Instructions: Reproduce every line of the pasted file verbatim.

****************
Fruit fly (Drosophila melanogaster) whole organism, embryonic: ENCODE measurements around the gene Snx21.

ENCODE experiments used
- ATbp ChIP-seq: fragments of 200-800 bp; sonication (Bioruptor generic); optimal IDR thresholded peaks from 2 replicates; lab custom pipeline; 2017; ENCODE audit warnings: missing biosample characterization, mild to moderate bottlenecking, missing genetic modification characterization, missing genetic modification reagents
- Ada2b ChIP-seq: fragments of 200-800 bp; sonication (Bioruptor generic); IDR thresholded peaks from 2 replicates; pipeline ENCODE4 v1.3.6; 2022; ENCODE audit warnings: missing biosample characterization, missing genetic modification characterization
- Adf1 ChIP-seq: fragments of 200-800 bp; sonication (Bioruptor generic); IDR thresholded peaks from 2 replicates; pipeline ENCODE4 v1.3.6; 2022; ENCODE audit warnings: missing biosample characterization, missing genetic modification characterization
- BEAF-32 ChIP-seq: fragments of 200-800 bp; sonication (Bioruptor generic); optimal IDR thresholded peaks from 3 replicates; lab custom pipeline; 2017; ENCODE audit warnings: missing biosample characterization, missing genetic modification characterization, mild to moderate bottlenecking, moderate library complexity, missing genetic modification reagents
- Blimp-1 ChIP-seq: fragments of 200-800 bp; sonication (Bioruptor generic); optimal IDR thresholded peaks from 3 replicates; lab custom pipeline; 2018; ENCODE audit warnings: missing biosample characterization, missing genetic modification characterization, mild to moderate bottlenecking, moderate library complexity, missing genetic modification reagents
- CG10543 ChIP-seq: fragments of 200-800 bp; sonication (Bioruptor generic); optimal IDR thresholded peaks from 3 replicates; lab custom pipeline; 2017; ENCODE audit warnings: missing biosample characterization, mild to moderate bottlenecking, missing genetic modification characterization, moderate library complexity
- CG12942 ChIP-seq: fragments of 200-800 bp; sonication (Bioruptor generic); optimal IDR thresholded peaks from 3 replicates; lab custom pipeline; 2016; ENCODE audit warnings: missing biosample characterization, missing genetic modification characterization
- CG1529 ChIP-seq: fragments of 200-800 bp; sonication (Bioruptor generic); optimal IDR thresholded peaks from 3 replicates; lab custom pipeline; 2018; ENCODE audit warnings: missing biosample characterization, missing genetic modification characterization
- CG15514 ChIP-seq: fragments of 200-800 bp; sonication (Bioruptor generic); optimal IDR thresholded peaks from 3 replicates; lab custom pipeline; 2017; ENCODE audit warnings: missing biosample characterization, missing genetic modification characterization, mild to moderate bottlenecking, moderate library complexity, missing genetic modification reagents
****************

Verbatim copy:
Fruit fly (Drosophila melanogaster) whole organism, embryonic: ENCODE measurements around the gene Snx21.

ENCODE experiments used
- ATbp ChIP-seq: fragments of 200-800 bp; sonication (Bioruptor generic); optimal IDR thresholded peaks from 2 replicates; lab custom pipeline; 2017; ENCODE audit warnings: missing biosample characterization, mild to moderate bottlenecking, missing genetic modification characterization, missing genetic modification reagents
- Ada2b ChIP-seq: fragments of 200-800 bp; sonication (Bioruptor generic); IDR thresholded peaks from 2 replicates; pipeline ENCODE4 v1.3.6; 2022; ENCODE audit warnings: missing biosample characterization, missing genetic modification characterization
- Adf1 ChIP-seq: fragments of 200-800 bp; sonication (Bioruptor generic); IDR thresholded peaks from 2 replicates; pipeline ENCODE4 v1.3.6; 2022; ENCODE audit warnings: missing biosample characterization, missing genetic modification characterization
- BEAF-32 ChIP-seq: fragments of 200-800 bp; sonication (Bioruptor generic); optimal IDR thresholded peaks from 3 replicates; lab custom pipeline; 2017; ENCODE audit warnings: missing biosample characterization, missing genetic modification characterization, mild to moderate bottlenecking, moderate library complexity, missing genetic modification reagents
- Blimp-1 ChIP-seq: fragments of 200-800 bp; sonication (Bioruptor generic); optimal IDR thresholded peaks from 3 replicates; lab custom pipeline; 2018; ENCODE audit warnings: missing biosample characterization, missing genetic modification characterization, mild to moderate bottlenecking, moderate library complexity, missing genetic modification reagents
- CG10543 ChIP-seq: fragments of 200-800 bp; sonication (Bioruptor generic); optimal IDR thresholded peaks from 3 replicates; lab custom pipeline; 2017; ENCODE audit warnings: missing biosample characterization, mild to moderate bottlenecking, missing genetic modification characterization, moderate library complexity
- CG12942 ChIP-seq: fragments of 200-800 bp; sonication (Bioruptor generic); optimal IDR thresholded peaks from 3 replicates; lab custom pipeline; 2016; ENCODE audit warnings: missing biosample characterization, missing genetic modification characterization
- CG1529 ChIP-seq: fragments of 200-800 bp; sonication (Bioruptor generic); optimal IDR thresholded peaks from 3 replicates; lab custom pipeline; 2018; ENCODE audit warnings: missing biosample characterization, missing genetic modification characterization
- CG15514 ChIP-seq: fragments of 200-800 bp; sonication (Bioruptor generic); optimal IDR thresholded peaks from 3 replicates; lab custom pipeline; 2017; ENCODE audit warnings: missing biosample characterization, missing genetic modification characterization, mild to moderate bottlenecking, moderate library complexity, missing genetic modification reagents